33 Songs, 4 Hours 7 Minutes

EDITORS’ NOTES

Rather than implode after the accidental motorcycle deaths of both 24-year-old guitar hero/bandleader Duane Allman (in 1971) and bassist Barry Oakley (in 1972), The Allman Brothers rose, phoenix-like, on their most commercially successful album. Greg Allman’s voice had tellingly developed its world-weary tenor, while guitarist Richard “Dickey” Betts stepped up with some countrified stunners (including the huge “Ramblin’ Man,” the lovely instrumental “Jessica,” and the acoustic blues-popper “Pony Boy”). New member Chuck Leavell’s ivory-tickling boogie and swing beautifully accented the bittersweet pop, aching blues, and jammy shuffles (efforts that led him to The Rolling Stones). This expanded edition collects outtakes, demos, and beautifully longwinded rehearsals (hear Allman’s mind-blowing recharge of Ray Charles’ “I’m Gonna Move to the Outskirts of Town”), plus a badass 1973 concert from San Francisco’s Winterland that not only demonstrates how The Allman Brothers had long mastered the rock-as-transcendence stoner vibe but that they were America’s biggest and best link to its own jazz, blues, rock ’n’ roll, and soul.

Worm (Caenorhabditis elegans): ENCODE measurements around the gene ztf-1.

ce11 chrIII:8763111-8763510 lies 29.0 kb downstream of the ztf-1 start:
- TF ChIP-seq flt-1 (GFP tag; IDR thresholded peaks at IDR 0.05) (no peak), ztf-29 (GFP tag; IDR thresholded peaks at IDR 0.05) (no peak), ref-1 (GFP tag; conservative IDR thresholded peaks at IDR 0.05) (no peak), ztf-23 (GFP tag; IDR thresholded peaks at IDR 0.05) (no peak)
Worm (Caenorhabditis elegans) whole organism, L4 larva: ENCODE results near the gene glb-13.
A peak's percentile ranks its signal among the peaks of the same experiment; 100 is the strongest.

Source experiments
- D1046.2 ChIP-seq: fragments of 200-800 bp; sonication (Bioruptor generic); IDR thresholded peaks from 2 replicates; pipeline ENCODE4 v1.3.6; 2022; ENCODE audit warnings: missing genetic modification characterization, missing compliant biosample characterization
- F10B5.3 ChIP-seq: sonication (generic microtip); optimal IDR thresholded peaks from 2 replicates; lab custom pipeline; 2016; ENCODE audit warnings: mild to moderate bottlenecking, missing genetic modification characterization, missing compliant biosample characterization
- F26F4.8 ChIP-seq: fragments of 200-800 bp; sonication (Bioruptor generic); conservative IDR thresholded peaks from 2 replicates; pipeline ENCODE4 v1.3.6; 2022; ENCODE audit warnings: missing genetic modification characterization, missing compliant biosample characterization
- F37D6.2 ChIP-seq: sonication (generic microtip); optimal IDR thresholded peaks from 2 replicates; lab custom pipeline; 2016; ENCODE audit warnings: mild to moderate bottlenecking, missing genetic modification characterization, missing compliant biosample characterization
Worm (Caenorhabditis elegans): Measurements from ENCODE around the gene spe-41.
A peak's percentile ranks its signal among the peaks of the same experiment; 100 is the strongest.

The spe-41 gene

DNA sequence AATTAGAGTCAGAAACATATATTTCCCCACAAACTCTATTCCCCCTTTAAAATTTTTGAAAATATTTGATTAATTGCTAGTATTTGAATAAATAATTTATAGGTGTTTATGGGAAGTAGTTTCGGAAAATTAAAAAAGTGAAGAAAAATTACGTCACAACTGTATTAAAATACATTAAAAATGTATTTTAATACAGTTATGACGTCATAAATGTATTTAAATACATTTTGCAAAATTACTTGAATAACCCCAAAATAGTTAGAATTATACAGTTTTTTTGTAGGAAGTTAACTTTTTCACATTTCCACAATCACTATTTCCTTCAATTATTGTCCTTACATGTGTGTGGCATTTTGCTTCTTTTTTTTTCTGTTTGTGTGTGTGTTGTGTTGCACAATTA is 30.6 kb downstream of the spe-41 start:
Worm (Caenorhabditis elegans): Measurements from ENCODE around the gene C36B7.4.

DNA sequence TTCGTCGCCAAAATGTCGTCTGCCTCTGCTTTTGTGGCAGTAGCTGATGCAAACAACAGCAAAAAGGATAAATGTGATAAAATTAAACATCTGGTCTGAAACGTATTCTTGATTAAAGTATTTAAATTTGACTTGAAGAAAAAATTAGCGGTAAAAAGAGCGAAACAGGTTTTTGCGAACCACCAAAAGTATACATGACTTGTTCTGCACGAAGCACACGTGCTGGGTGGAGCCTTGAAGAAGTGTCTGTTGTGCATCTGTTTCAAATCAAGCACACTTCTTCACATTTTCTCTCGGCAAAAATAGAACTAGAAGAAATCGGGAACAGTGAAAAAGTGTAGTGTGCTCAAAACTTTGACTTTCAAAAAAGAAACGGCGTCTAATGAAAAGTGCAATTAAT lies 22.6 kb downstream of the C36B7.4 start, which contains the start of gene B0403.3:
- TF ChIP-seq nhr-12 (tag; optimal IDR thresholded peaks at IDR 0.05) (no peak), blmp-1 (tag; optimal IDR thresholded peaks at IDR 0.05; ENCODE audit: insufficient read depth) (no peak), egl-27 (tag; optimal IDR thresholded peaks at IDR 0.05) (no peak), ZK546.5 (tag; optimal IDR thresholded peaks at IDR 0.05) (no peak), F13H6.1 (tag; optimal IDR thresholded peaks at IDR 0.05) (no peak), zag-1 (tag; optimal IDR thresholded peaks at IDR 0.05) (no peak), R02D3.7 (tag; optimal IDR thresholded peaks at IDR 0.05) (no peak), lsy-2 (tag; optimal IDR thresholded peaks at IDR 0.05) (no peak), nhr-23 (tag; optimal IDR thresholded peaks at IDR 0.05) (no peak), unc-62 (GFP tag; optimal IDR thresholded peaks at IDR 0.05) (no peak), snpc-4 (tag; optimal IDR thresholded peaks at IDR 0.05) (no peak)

EDITORS’ NOTES

Rather than implode after the accidental motorcycle deaths of both 24-year-old guitar hero/bandleader Duane Allman (in 1971) and bassist Barry Oakley (in 1972), The Allman Brothers rose, phoenix-like, on their most commercially successful album. Greg Allman’s voice had tellingly developed its world-weary tenor, while guitarist Richard “Dickey” Betts stepped up with some countrified stunners (including the huge “Ramblin’ Man,” the lovely instrumental “Jessica,” and the acoustic blues-popper “Pony Boy”). New member Chuck Leavell’s ivory-tickling boogie and swing beautifully accented the bittersweet pop, aching blues, and jammy shuffles (efforts that led him to The Rolling Stones). This expanded edition collects outtakes, demos, and beautifully longwinded rehearsals (hear Allman’s mind-blowing recharge of Ray Charles’ “I’m Gonna Move to the Outskirts of Town”), plus a badass 1973 concert from San Francisco’s Winterland that not only demonstrates how The Allman Brothers had long mastered the rock-as-transcendence stoner vibe but that they were America’s biggest and best link to its own jazz, blues, rock ’n’ roll, and soul.

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